Howard Prof. Bill Spriggs To Economists: Deficiencies Are With Systemic U.S. Policies, Not Black America
A Howard University economics professor is calling on his profession to reexamine how it views Black people and the country’s economic issues.
Prof. William “Bill” Spriggs says the field of economics needs an overhaul. With the country shaken by protests over police brutality and racism, there has been a call for economists to not only explain but to help solve the racial wealth gap in the U.S.
There has been some response by the field. Earlier this month, the American Economic Association released a statement that read in part, “We recognize that we have only begun to understand racism and its impact on our profession and our discipline.”
Spriggs is the chief economist at the AFL-CIO — the American Federation of Labor and Congress of Industrial Organizations. It’s the largest federation of unions in the U.S. and consists of 55 national and international unions representing more than 12 million active and retired workers.
Recently, Spriggs wrote an open letter asking his fellow economists to consider some of the ways that economics itself is racist.
“Modern economics has a deep and painful set of roots that too few economists acknowledge,” Spriggs wrote in the letter. “The founding leadership of the American Economic Association deeply and fervently provided ‘scientific’ succor to the American eugenics movement. Their concept of race and human interaction was based on the ‘racial’ superiority of white, Anglo-Saxon Protestants. And they launched modern economics with a definition of race that fully incorporated the assumed superiority of that group and bought into a notion of race as an exogenous variable.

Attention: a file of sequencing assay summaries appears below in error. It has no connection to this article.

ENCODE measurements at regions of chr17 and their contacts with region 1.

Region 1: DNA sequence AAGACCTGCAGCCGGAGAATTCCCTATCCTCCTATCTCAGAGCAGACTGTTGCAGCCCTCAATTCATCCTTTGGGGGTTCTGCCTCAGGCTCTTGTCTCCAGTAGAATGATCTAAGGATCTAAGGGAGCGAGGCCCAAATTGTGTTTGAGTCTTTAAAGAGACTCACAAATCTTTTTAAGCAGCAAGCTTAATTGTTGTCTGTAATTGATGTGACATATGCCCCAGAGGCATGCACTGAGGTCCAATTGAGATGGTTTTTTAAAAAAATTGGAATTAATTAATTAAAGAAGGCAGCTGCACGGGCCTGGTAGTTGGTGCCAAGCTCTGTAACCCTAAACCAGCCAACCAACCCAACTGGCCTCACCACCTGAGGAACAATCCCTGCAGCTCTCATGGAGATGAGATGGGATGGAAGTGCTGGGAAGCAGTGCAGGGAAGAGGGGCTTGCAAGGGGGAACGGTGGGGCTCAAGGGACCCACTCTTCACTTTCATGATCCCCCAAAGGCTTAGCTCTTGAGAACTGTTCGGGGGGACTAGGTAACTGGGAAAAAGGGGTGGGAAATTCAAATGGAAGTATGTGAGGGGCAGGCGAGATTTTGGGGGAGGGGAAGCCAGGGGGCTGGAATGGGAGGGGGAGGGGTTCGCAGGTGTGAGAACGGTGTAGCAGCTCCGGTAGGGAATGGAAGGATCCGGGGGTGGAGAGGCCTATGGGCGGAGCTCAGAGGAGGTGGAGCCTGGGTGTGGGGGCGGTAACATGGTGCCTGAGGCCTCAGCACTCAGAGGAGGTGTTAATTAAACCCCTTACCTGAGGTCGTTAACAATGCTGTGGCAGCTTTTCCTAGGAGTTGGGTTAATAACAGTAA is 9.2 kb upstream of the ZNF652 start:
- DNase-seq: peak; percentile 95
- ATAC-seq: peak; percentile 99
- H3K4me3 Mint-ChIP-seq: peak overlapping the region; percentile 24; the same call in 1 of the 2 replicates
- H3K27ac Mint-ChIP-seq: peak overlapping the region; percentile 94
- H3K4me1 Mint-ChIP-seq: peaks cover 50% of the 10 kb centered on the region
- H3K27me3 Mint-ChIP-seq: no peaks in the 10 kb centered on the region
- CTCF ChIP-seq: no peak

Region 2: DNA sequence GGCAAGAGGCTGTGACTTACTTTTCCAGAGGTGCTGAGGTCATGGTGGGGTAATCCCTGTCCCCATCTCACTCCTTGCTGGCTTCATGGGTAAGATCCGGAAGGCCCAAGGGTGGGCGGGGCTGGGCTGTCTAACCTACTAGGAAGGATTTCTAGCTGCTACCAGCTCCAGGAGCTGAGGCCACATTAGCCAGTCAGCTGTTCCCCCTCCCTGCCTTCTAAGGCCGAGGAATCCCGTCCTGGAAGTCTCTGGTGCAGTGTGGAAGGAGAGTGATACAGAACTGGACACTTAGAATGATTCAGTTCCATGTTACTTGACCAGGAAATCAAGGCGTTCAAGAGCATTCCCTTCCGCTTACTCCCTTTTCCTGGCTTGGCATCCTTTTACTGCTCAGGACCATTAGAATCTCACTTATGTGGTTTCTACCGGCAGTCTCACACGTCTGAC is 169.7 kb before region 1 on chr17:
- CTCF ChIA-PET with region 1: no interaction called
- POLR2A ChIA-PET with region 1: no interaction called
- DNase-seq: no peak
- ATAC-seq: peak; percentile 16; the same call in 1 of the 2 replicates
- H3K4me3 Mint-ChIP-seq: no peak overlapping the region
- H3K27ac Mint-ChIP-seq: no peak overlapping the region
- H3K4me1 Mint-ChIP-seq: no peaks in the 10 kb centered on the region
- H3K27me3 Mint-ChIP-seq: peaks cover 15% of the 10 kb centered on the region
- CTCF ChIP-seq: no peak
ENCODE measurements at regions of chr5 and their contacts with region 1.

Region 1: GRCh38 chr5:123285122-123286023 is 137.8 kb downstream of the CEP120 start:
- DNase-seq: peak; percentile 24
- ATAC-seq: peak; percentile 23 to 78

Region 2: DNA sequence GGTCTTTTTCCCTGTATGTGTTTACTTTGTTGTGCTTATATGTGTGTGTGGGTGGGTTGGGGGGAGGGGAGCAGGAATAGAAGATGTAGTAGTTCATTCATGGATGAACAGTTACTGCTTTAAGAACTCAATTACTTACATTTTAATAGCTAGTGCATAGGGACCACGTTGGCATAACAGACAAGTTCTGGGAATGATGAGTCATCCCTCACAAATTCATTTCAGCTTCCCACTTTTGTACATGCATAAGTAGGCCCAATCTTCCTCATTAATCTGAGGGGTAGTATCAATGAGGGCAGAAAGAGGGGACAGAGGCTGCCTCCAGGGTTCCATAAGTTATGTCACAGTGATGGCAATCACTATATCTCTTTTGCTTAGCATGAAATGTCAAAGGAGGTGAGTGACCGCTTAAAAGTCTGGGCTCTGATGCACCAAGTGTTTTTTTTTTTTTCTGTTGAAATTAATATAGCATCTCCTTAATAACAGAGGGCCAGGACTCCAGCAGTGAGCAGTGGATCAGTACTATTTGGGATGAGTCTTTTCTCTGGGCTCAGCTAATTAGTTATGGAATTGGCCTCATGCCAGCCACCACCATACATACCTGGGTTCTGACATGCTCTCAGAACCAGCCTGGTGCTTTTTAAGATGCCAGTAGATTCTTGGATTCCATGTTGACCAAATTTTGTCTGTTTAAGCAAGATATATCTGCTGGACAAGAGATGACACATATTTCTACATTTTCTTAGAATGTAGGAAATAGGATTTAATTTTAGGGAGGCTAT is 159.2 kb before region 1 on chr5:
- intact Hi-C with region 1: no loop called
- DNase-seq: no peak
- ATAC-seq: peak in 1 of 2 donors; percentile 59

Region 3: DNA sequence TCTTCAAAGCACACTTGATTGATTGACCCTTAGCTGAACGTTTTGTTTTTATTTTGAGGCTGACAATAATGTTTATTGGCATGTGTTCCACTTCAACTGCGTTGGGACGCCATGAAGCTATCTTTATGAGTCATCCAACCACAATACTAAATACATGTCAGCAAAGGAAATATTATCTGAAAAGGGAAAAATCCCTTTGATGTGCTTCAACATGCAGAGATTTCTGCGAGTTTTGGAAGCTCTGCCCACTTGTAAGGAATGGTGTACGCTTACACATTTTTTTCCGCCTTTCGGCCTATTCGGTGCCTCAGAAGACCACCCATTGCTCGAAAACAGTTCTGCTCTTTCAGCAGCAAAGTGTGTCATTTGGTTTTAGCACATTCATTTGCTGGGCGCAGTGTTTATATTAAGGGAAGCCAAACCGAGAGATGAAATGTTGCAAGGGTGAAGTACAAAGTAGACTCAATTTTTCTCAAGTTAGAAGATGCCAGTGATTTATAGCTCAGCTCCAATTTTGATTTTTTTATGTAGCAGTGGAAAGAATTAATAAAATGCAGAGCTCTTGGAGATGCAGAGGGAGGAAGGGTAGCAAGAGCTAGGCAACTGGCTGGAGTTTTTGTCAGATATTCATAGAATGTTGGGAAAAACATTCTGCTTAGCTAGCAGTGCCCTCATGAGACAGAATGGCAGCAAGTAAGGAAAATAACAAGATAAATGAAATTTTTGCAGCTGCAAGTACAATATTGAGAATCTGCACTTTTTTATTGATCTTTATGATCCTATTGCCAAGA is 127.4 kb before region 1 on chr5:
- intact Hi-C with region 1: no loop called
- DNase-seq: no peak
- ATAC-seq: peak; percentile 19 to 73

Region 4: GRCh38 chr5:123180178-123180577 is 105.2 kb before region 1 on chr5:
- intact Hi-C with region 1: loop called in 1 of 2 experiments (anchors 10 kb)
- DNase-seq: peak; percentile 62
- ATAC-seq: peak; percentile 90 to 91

“The overwhelming majority of explorations of racial disparities in economic outcomes remains deeply tied to that view of race as an exogenous variable. And in the hands of far too many economists, it remains with the assumption that African Americans are inferior until proven otherwise.”
Spriggs also addressed the “constant micro-aggression that African American economists endure at every meeting, and in reading every paper, and in reading every reviewer’s comments.”
Changes need to be made, because the methods economists work with are slanted, Spriggs wrote.
“Too many economists are great at excusing themselves when policies they propose exacerbate racial disadvantages because of that world view,” he wrote.
“Among the kinder economists, the ‘deficiency’ in African Americans is caused by systemic policies that disadvantage Black people’s participation in the economy as equals. This requires real contortions because it proclaims that there is a set of actors who have devised rules to prevent African Americans from adequate schooling (this is the primary claim), mostly through housing segregation and, depending on the economist, some learned or absorbed frustration on the part of African Americans that compounds their disadvantage.”
He continued, “That is a difficult model to accept, because it means these actors who act with animus direct all their efforts at human capital accumulation but then act objectively in all of their other interactions with African Americans.”
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Spriggs discussed further how racism is at play in the world of economics in an interview with Marketplace‘s host Kai Ryssdal.
“For too long, economists have dodged the issue of racism and discrimination,” he told Marketplace. “Our built-in instinct is that discrimination does not exist. And economists don’t want to admit the history of race at the founding of modern economics at the beginning of the 20th century. And implicit in our models ends up being an assumption that somehow or another, in some way or fashion, African Americans are inferior. Now, to the polite economist, the deficiency model typically is ‘bad school, bad neighborhoods and residential segregation. These are all bad things. The strain to make sure that there’s no agency, that there’s no one who’s actually discriminating in that model, though, just makes your eyes roll.”
Spriggs’s economic focus is on workforce issues, labor, tax, and public policy. Prior to his position at AFL-CIO, he led economic policy development at several think tanks such as the Economic Policy Institute and the National Urban League. He has also held roles at the Department of Commerce, the Small Business Administration, and the Economic Committee of the U.S. Congress, Fortune reported. He has been teaching at Howard since 2005.